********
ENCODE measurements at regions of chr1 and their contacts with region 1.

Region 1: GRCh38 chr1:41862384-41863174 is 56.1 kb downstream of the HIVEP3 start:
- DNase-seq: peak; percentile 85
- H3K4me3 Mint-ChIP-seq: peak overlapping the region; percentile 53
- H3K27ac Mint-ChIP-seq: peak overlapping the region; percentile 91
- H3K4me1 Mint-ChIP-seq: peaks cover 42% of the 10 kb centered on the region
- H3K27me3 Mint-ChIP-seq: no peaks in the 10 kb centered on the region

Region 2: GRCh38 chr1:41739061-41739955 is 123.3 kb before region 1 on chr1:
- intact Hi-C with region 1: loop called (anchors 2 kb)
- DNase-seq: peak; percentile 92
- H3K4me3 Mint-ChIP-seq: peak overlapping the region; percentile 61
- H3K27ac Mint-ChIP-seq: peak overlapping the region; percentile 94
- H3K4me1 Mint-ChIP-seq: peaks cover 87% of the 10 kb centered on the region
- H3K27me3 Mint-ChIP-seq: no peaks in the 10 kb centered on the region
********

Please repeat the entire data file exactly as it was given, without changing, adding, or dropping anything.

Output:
ENCODE measurements at regions of chr1 and their contacts with region 1.

Region 1: GRCh38 chr1:41862384-41863174 is 56.1 kb downstream of the HIVEP3 start:
- DNase-seq: peak; percentile 85
- H3K4me3 Mint-ChIP-seq: peak overlapping the region; percentile 53
- H3K27ac Mint-ChIP-seq: peak overlapping the region; percentile 91
- H3K4me1 Mint-ChIP-seq: peaks cover 42% of the 10 kb centered on the region
- H3K27me3 Mint-ChIP-seq: no peaks in the 10 kb centered on the region

Region 2: GRCh38 chr1:41739061-41739955 is 123.3 kb before region 1 on chr1:
- intact Hi-C with region 1: loop called (anchors 2 kb)
- DNase-seq: peak; percentile 92
- H3K4me3 Mint-ChIP-seq: peak overlapping the region; percentile 61
- H3K27ac Mint-ChIP-seq: peak overlapping the region; percentile 94
- H3K4me1 Mint-ChIP-seq: peaks cover 87% of the 10 kb centered on the region
- H3K27me3 Mint-ChIP-seq: no peaks in the 10 kb centered on the region